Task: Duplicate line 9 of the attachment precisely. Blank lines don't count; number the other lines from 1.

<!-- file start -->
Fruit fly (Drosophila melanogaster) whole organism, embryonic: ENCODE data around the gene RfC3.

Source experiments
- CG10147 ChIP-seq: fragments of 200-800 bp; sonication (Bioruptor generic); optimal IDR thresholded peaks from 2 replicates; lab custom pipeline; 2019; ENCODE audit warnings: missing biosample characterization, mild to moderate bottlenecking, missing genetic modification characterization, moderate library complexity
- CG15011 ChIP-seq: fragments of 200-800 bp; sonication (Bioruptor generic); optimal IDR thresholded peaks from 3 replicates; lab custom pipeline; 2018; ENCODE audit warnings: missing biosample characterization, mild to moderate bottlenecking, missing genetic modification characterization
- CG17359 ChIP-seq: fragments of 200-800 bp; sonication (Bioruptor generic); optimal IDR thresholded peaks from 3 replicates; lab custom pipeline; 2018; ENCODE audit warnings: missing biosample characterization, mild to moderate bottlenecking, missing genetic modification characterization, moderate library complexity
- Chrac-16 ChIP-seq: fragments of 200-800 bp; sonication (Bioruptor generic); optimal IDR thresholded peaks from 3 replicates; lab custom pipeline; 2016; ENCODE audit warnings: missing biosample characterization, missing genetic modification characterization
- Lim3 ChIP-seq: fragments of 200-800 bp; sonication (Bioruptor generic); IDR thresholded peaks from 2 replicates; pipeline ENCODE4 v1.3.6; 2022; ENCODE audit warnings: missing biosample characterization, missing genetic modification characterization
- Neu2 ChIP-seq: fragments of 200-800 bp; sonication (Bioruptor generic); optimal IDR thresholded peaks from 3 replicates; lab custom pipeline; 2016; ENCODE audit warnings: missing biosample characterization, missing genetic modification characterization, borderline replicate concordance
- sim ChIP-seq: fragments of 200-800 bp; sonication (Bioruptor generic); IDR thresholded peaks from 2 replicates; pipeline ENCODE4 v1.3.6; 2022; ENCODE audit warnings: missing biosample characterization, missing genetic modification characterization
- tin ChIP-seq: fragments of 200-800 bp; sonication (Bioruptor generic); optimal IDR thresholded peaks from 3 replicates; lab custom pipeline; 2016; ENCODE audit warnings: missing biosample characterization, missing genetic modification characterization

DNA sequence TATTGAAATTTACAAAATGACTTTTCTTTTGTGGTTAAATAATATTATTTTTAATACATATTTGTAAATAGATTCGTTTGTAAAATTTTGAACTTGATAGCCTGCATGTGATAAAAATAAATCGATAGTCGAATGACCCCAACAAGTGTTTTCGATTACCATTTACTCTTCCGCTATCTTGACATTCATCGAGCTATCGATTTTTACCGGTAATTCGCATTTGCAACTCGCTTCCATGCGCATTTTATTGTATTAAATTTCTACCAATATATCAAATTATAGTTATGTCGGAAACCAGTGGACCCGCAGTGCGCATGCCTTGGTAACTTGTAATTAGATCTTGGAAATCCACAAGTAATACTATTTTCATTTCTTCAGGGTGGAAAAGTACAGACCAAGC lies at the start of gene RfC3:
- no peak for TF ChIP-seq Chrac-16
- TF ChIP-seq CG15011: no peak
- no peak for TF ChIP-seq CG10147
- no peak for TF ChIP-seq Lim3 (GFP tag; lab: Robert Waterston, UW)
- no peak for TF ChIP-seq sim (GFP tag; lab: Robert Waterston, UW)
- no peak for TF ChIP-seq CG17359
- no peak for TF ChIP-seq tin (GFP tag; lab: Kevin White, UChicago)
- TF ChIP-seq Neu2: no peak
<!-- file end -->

- sim ChIP-seq: fragments of 200-800 bp; sonication (Bioruptor generic); IDR thresholded peaks from 2 replicates; pipeline ENCODE4 v1.3.6; 2022; ENCODE audit warnings: missing biosample characterization, missing genetic modification characterization